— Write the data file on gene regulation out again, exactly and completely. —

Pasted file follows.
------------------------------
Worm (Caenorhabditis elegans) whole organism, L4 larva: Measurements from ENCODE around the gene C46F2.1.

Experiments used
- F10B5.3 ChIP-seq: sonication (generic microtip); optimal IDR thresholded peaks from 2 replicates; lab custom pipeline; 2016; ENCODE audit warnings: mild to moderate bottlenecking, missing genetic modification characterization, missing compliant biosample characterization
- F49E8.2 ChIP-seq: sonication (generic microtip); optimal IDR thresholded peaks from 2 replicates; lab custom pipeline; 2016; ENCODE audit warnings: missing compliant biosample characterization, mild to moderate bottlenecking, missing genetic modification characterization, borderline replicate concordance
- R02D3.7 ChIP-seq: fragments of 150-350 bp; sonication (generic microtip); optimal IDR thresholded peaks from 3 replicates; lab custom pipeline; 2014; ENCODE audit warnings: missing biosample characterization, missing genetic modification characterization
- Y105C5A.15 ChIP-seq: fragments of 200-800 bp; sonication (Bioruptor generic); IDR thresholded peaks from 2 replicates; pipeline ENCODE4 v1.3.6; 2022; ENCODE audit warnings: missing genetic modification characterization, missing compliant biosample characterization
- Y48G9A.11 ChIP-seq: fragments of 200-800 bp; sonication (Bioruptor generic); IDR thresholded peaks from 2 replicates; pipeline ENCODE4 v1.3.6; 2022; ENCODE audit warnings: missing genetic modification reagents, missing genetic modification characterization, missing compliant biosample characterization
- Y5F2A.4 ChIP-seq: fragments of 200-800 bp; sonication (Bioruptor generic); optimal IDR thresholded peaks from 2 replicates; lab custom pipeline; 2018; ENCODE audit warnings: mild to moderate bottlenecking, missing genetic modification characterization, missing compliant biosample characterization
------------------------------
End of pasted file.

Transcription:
Worm (Caenorhabditis elegans) whole organism, L4 larva: Measurements from ENCODE around the gene C46F2.1.

Experiments used
- F10B5.3 ChIP-seq: sonication (generic microtip); optimal IDR thresholded peaks from 2 replicates; lab custom pipeline; 2016; ENCODE audit warnings: mild to moderate bottlenecking, missing genetic modification characterization, missing compliant biosample characterization
- F49E8.2 ChIP-seq: sonication (generic microtip); optimal IDR thresholded peaks from 2 replicates; lab custom pipeline; 2016; ENCODE audit warnings: missing compliant biosample characterization, mild to moderate bottlenecking, missing genetic modification characterization, borderline replicate concordance
- R02D3.7 ChIP-seq: fragments of 150-350 bp; sonication (generic microtip); optimal IDR thresholded peaks from 3 replicates; lab custom pipeline; 2014; ENCODE audit warnings: missing biosample characterization, missing genetic modification characterization
- Y105C5A.15 ChIP-seq: fragments of 200-800 bp; sonication (Bioruptor generic); IDR thresholded peaks from 2 replicates; pipeline ENCODE4 v1.3.6; 2022; ENCODE audit warnings: missing genetic modification characterization, missing compliant biosample characterization
- Y48G9A.11 ChIP-seq: fragments of 200-800 bp; sonication (Bioruptor generic); IDR thresholded peaks from 2 replicates; pipeline ENCODE4 v1.3.6; 2022; ENCODE audit warnings: missing genetic modification reagents, missing genetic modification characterization, missing compliant biosample characterization
- Y5F2A.4 ChIP-seq: fragments of 200-800 bp; sonication (Bioruptor generic); optimal IDR thresholded peaks from 2 replicates; lab custom pipeline; 2018; ENCODE audit warnings: mild to moderate bottlenecking, missing genetic modification characterization, missing compliant biosample characterization